From ‘I don’t know’ to CEO

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Many state universities have had students that have graduated and moved on to become successful people. What many people don’t realize is that there are several successful CEO’s and entrepreneurs that are the product of two-year community colleges.

Before becoming Costco co-founder and CEO, Jim Sinegal, 75, was a shy and unfocused community college student. Sinegal earned an associate’s degree at San Diego Junior College in 1955, which was later renamed San Diego City College.

“City College reenergized me for learning, it made me more educated and well rounded,” said Sinegal.

Now a successful CEO, Sinegal has very fond memories of City College and its campus.

“It was small and the campus was shared with San Diego High School, but some of the friends I made there, I still have today,” he said.

Sinegal intended to only take one semester of classes at City College, but he ended up liking it so much that he stayed for an extra three semesters and earned his degree.

While attending, he was active in intramural sports such as football and basketball. He also enrolled in several classes including: history, political science, business law, math,  and psychology.

It took hard work and a love for his job to propel Sinegal to a higher level of achievement.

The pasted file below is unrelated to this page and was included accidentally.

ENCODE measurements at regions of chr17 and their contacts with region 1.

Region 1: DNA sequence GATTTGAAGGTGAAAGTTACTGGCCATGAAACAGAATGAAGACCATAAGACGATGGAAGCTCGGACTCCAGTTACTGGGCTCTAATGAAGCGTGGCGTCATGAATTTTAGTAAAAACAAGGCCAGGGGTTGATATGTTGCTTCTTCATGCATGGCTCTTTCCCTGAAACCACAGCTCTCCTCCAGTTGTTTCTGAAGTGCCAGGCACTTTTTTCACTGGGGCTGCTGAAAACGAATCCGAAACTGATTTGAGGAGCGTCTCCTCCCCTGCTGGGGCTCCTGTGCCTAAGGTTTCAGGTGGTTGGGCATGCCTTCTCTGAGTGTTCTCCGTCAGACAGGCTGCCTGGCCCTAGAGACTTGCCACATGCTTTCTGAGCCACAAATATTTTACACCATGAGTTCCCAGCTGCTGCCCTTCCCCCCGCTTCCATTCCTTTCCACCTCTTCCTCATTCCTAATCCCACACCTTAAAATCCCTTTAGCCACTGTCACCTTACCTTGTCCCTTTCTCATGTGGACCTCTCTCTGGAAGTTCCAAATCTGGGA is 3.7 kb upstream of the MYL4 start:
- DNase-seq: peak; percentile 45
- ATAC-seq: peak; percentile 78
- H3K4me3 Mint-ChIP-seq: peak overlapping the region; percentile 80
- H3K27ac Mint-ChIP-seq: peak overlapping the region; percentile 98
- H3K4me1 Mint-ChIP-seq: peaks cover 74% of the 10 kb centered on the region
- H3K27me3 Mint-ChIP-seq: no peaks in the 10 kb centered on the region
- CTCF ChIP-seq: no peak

Being a college student that needed money, he took a job at FedMart and fell in love with retail.

“I loved my job, so I worked hard and took on more responsibility,” he said.

Sinegal has been in the retail business since 1954. In those years, he has lived and learned a lot. Becoming an entrepreneur is not an easy task.

Sinegal worked his way to the top of FedMart under the mentorship of Sol Price, eventually becoming Executive Vice President in charge of merchandising and operations.

He later became an Executive Vice President for the Price Company in 1978. After leaving the Price Company in 1983, Sinegal co-founded Costco with Seattle retailer Jeff Brotman.

“I wanted to take a chance to build a business of my own,” he said.

Since building a multi-million dollar empire, Sinegal has remained an advocate for low prices and high quality.

“That’s the model for a business, better quality and low prices,” he said.